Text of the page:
You’ll find it difficult to bypass the star of Johns Island, Angel Oak Tree (3688 Angel Oak Road, Johns Island, S.C. 843-559-3496,, a Southern live oak nearly 500 years old — or 1,500 years; there’s a bit of a debate. What’s not up for questioning is the 17,200 square feet of shade this impressive tree provides.

Sabine Morrow, for the AJC

Shop: Lowcountry wares in Beaufort, S.C.

“Beautiful Beaufort by the Sea” is how locals describe their South Carolina town. It’s no empty boast. Beaufort ( has natural waterfront beauty plus its entire walkable downtown is a designated historic district. Antebellum residences, lush gardens and live oaks draped in Spanish moss surround its clustered galleries, boutiques and restaurants.

Beaufort is a hub for Gullah-Geechee artwork and Lowcountry products. Start at the Beaufort Visitors Center (713 Craven St., Beaufort. 843-525-8500,, @Visit_Beaufort) for maps and information as well as a retail shop loaded with iconic sweetgrass baskets, the treasured African art tradition passed down generations through the Gullah-Geechee community.

Then head downtown to Bay Street, just a block from Waterfront Park, to explore LyBensons Gallery & Studio’s (211 Charles St., Beaufort. 843-525-9006, collection of Gullah and Lowcountry paintings, sculptures and other works. Stock up on local foodstuffs like sauces, pickles, marmalades and seasonings at Lowcountry Produce Market & Cafe (302 Carteret St., Beaufort. 843-322-1900, Satisfy sweet cravings at the Chocolate Tree (507 Carteret St., Beaufort. 843-524-7980,, which produces handmade candies and made the box of chocolates featured in “Forrest Gump.” Peruse fun finds that often glitter or tickle the funny bone at Lulu Burgess (917 Bay St., Beaufort. 843-524-5858, from cocktail napkins to handbags, bobbleheads to jewelry. Scout Southern Market (709 Bay St., Beaufort. 843-379-2282, offers a curated assortment of Southern-made food and home decor items.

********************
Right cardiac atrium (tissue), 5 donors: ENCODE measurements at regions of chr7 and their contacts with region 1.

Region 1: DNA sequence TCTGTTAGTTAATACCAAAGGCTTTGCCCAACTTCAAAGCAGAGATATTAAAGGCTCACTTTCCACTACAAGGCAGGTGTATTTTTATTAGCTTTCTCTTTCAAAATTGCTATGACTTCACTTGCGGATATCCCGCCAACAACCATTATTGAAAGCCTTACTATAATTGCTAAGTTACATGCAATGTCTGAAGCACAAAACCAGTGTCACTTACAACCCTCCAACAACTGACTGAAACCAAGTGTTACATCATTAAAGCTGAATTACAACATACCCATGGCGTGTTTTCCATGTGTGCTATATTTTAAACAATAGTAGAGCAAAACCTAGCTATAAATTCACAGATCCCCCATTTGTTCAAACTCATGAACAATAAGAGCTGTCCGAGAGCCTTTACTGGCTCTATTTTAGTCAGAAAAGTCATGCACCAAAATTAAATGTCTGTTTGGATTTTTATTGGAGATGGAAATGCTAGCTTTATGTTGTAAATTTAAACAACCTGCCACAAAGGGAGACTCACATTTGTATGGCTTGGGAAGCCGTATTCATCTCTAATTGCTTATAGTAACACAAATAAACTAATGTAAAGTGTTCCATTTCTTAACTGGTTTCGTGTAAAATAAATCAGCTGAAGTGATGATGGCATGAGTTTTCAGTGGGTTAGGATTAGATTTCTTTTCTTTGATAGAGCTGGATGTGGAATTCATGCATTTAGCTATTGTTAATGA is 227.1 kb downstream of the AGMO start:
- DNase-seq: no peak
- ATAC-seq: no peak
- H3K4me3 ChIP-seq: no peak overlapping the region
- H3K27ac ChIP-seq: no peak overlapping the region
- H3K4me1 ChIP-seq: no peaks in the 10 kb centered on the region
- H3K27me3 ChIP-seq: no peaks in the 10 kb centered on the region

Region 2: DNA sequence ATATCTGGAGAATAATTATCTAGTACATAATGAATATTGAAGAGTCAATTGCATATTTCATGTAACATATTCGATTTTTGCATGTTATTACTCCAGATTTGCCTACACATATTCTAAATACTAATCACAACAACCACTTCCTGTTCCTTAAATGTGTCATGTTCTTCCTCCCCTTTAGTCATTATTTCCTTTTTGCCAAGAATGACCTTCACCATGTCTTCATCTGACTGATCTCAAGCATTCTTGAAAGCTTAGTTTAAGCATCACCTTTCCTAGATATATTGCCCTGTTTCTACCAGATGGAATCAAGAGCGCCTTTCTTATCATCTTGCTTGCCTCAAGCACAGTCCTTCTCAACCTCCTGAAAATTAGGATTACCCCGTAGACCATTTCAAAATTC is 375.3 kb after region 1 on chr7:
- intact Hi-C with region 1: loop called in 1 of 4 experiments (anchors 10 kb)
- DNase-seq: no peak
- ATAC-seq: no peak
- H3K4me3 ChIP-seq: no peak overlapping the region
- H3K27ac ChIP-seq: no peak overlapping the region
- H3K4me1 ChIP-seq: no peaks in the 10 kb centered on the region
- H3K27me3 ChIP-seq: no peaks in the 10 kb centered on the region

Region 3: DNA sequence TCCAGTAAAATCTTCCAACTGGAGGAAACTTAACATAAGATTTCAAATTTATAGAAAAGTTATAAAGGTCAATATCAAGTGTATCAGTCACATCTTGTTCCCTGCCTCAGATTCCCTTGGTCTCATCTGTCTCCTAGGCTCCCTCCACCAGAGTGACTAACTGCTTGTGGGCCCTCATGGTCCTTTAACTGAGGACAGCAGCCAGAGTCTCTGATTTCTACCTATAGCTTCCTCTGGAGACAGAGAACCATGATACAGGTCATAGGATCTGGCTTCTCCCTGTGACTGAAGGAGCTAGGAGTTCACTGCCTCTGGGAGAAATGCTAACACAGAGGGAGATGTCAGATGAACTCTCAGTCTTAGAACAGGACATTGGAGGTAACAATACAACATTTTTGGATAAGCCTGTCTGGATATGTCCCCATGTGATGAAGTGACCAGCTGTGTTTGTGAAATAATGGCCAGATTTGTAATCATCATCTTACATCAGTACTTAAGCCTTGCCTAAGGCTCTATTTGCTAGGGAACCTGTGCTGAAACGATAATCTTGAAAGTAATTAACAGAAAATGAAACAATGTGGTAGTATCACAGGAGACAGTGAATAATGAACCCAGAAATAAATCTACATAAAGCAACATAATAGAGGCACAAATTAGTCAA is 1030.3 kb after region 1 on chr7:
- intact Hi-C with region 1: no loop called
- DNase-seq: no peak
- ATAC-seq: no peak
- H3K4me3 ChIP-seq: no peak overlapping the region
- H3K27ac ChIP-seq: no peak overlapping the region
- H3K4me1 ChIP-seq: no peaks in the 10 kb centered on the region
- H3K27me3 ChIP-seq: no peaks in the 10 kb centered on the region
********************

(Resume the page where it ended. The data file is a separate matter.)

Ten minutes from downtown on St. Helena, don’t miss Red Piano Too Art Gallery (870 Sea Island Parkway, Beaufort. 843-838-2241,, a collection of works by more than 150 Gullah-Geechee folk, fine and craft artists. The colorful store also carries Gullah books and foods.

Hope S. Philbrick, for the AJC

Eat: Old Town Dispensary, Bluffton, S.C.

Folks in Bluffton, S.C., about a 20-minute drive from Hilton Head, helped this restaurant and music spot score the “favorite live music venue” nod in last year’s Reader’s Choice Awards in Bluffton Monthly magazine. With popular area acts such as Souls Harbor, Executrix and Whitley Deputy jamming throughout the week in the beer garden, the good vibrations threaten to take attention away from the grub.